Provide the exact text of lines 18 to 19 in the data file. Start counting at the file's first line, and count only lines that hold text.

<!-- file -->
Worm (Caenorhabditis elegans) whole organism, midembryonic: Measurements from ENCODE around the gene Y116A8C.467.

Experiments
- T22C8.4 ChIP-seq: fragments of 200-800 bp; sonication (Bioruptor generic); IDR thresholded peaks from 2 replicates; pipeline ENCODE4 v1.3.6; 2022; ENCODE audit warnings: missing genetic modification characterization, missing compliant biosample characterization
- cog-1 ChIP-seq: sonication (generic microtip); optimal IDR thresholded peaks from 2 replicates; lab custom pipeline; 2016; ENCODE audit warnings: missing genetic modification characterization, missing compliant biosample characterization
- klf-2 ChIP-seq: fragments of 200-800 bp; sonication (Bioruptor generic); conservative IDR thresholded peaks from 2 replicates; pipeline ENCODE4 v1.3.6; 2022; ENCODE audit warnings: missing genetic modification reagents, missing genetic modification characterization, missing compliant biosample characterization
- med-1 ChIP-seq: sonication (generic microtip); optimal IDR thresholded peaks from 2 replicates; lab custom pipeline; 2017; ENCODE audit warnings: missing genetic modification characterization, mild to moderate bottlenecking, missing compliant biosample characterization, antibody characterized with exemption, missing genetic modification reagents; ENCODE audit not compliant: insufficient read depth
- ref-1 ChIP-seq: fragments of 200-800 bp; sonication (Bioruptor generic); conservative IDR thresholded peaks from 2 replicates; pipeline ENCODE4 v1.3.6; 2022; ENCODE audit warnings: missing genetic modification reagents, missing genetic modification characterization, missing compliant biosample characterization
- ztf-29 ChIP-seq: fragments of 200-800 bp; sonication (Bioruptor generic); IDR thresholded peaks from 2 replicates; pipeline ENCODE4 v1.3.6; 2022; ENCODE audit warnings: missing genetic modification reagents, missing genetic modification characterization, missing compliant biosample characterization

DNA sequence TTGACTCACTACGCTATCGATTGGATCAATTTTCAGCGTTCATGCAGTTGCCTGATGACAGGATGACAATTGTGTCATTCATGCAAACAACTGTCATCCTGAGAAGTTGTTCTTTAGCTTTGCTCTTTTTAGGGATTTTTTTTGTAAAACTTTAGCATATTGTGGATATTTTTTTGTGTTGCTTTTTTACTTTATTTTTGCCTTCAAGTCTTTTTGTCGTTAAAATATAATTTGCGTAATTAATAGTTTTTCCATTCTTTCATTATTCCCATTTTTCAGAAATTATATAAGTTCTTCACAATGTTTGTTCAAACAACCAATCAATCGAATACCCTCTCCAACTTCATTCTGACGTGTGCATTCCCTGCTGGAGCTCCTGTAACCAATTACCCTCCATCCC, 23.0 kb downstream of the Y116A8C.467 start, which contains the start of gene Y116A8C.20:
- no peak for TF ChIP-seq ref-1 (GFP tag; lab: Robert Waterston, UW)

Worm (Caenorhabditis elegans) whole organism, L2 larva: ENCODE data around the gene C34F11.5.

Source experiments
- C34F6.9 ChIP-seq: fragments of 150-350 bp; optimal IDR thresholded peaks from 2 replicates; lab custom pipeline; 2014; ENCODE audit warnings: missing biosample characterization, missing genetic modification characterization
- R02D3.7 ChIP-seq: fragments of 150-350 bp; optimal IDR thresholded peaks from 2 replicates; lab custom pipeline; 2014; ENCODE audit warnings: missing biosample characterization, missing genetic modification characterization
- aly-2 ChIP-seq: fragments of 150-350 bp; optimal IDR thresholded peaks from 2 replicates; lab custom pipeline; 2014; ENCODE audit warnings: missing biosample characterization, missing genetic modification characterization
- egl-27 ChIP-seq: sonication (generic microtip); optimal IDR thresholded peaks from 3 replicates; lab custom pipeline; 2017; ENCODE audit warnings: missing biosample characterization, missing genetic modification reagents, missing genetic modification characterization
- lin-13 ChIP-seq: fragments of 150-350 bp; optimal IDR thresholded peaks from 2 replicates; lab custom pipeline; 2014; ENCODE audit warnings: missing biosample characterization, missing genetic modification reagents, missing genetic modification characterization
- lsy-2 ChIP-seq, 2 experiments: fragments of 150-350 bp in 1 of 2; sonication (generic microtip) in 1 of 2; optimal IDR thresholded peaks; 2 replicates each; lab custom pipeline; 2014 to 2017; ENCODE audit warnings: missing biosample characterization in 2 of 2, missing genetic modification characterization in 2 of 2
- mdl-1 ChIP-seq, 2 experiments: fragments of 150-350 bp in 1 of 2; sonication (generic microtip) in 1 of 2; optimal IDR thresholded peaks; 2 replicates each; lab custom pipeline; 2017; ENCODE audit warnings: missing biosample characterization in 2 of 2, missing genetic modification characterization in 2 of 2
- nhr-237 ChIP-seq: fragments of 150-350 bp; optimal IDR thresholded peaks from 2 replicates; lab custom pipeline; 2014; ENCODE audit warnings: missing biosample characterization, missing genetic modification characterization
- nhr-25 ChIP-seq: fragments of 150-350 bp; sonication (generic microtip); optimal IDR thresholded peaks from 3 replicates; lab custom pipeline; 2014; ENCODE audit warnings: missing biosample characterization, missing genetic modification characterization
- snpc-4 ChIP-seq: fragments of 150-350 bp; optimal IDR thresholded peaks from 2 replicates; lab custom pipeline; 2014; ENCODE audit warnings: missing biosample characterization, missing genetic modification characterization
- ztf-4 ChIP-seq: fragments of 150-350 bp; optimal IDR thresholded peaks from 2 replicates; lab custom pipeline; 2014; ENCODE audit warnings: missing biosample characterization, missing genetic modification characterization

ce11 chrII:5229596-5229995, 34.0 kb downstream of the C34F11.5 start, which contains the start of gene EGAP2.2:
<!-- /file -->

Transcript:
- lsy-2 ChIP-seq, 2 experiments: fragments of 150-350 bp in 1 of 2; sonication (generic microtip) in 1 of 2; optimal IDR thresholded peaks; 2 replicates each; lab custom pipeline; 2014 to 2017; ENCODE audit warnings: missing biosample characterization in 2 of 2, missing genetic modification characterization in 2 of 2
- mdl-1 ChIP-seq, 2 experiments: fragments of 150-350 bp in 1 of 2; sonication (generic microtip) in 1 of 2; optimal IDR thresholded peaks; 2 replicates each; lab custom pipeline; 2017; ENCODE audit warnings: missing biosample characterization in 2 of 2, missing genetic modification characterization in 2 of 2